The composition of taxes is more revealing about the actual contribution of the middle class to public revenues. First, middle-class households do not pay much of their income into taxes as payroll taxation contributes to around 1.5% of GDP, which is the lower bound for middle-income countries at 1-3% respectively. Second, there is virtually no taxation on the entrepreneurial activity of the middle class as taxes on professional services such as medicine, engineering, and accountancy. Third, while the consumption of the middle class is relatively better-taxed, it remains low and inequitable by international standards. Tax on sales of goods and services comprises less than 6% of GDP, which is a fraction of rates in middle-income Latin American countries where urban, middle-class consumption is the major driver of state revenues. Egypt’s middle class arguably pays lesser taxes than its global counterparts.

Tax revenues breakdown*According to data collected from the Ministry of Finance bulletin “The Financial Monthly” and Ministry of Planning website.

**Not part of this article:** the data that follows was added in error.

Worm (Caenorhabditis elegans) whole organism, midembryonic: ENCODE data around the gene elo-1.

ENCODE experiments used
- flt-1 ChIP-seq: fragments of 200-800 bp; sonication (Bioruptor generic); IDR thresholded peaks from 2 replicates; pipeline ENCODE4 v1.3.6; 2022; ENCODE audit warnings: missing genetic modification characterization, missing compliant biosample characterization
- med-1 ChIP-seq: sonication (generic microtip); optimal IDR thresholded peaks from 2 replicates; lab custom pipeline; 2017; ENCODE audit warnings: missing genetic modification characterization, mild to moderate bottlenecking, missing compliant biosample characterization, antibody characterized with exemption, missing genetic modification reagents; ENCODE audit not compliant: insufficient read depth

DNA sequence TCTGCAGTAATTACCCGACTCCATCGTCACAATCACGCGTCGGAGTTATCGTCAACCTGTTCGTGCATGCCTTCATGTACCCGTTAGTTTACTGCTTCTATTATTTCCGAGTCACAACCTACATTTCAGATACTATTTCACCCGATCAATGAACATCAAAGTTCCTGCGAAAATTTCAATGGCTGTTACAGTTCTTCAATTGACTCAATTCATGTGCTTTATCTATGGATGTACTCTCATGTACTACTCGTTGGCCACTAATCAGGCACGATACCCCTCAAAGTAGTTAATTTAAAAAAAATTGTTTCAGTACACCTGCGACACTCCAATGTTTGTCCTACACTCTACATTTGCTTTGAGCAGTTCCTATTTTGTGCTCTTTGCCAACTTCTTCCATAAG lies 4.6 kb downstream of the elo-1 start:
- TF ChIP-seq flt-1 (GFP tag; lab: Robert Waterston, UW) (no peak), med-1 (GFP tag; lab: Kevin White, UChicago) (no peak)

Low taxation has substantial consequences on the economic welfare of the middle class. The first direct consequence is the increased budget deficit, which was estimated at 12% of GDP in 2013/2014. This leads to more borrowing and fewer resources to spend on public infrastructure projects that serve middle class households. Low taxation also increases government borrowing in a way that crowd out lending to households to finance purchase of housing and child education. The third and most important consequence of low taxation is the “inflation tax” that middle class households implicitly pay as the government attempts to rebalance the budget. When taxes are too little, governments tend to cut expenditure—as the Egyptian government recently did by lifting fuel prices by 40-80%. That move will have second-round effects as prices of related (and unrelated) goods will increase in the second half of 2014. The negative impact of these price increases will fall most heavily in urban areas, and because the middle class is concentrated in urban centers, they will be hit hard by these measures.